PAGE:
How Lazy Is Your Brain with First Impressions?

He didn’t need CPR. But my client felt like the wind was knocked out of him by a senior executive’s dismissive behavior. I’ve recently watched several coaching clients who are great contributors get discouraged because they were on the receiving end of a seemingly unfair, unexplained judgment. It’s an exhausting distraction.

We all make snap judgments. (I’ve been catching myself in the act lately.) The scientific explanation is that our brains have so much information continuously coming in that categorizing our observations is a necessary short cut. It allows us to form opinions and decisions at an acceptable pace. But we pay a steep price when we don’t check up on assumptions about the capabilities of colleagues. Every negative categorization – including subconscious ones – can play out as self-fulfilling, with a detrimental impact on both team performance and individual engagement.

Which of these common short cut assumptions trip you up?

  • Someone who speaks very differently from me probably isn’t as thoughtful or smart as I am (e.g., a regional accent, faster/slower pace, more/less precise)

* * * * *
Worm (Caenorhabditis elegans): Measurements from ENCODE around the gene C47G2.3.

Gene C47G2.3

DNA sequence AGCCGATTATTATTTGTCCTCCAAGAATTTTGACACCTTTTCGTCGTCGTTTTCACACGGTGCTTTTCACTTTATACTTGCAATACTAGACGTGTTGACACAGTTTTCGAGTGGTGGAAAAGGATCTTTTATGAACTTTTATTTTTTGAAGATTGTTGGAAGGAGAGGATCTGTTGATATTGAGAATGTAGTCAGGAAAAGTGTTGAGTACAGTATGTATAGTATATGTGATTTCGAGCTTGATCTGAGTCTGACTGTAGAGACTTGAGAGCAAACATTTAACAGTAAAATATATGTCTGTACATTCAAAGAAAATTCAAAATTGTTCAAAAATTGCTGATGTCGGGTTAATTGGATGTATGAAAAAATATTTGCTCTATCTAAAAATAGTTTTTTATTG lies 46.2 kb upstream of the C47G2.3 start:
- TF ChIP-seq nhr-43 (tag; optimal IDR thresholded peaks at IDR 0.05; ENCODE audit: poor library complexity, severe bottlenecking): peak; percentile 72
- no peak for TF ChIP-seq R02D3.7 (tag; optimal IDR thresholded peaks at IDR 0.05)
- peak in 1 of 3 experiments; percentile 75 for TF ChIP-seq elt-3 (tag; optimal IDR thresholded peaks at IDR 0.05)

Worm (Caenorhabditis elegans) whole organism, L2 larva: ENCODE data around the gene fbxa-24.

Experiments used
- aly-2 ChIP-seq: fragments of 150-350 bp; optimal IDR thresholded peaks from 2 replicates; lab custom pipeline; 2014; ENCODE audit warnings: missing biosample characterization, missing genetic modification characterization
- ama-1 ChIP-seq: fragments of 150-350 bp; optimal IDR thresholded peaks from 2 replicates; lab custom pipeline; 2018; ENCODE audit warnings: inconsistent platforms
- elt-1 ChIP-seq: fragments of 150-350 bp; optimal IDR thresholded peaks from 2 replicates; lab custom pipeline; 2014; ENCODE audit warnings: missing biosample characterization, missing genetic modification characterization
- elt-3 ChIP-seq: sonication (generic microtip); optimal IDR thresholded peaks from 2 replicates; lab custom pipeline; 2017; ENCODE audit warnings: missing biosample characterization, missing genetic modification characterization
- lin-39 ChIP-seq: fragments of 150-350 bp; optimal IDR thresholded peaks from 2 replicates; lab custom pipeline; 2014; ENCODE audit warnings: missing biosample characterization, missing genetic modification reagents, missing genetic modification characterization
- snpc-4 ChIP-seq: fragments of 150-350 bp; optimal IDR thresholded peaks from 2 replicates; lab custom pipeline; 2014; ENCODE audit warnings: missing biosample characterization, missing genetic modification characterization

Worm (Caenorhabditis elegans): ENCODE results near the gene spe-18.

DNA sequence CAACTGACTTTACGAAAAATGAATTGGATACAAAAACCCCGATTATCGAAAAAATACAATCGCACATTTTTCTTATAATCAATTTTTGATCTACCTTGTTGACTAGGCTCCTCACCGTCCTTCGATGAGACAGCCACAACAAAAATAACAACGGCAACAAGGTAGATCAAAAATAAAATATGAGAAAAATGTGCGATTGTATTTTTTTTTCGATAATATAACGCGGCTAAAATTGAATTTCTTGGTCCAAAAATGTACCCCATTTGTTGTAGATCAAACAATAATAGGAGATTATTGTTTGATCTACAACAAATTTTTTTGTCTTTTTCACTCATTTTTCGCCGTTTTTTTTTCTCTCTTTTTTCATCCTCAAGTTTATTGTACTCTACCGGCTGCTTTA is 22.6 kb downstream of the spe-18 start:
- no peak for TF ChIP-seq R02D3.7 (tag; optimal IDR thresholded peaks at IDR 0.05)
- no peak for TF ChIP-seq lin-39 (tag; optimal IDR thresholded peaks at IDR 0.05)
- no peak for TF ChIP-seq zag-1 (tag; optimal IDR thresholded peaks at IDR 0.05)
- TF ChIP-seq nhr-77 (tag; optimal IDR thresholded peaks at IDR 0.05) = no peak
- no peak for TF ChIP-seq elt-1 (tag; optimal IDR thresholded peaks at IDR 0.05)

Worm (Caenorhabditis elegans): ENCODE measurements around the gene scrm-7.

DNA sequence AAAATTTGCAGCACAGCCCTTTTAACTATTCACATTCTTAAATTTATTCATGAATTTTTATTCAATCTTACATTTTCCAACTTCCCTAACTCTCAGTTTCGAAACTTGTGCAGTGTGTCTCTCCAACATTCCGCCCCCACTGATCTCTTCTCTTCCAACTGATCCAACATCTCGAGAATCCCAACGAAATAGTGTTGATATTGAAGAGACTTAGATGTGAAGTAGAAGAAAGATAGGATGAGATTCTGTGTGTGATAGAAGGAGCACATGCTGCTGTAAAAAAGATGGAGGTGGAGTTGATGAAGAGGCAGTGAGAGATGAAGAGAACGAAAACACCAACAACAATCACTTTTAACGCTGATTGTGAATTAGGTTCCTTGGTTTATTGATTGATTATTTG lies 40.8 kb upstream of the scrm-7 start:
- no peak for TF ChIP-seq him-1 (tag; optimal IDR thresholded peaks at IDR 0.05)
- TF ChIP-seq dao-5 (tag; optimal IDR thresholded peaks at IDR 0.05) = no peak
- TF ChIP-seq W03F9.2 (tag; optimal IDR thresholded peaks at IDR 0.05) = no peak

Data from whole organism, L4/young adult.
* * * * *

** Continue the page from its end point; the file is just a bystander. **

• Someone who isn’t “put together” (by my subjective standards) probably isn’t a sharp or organized thinker (e.g., physical appearance, mannerisms, posture)
  • Someone who seems “more sensitive” (by my subjective standards) probably cannot handle a tough conversation that we should have

If you picked at least one such offense that you commit, can you identify the specific individual who is most impacted by your short cut? Then, in your next few interactions, ask a few more questions, bring a bit more patience, and seek out fresh learning from them.

[Note: Some of our most pervasive and damaging mental short cuts involve unconscious bias around race and gender. That is too large a topic to do justice here. But you can always try on your own to self-assess and adjust your thinking.]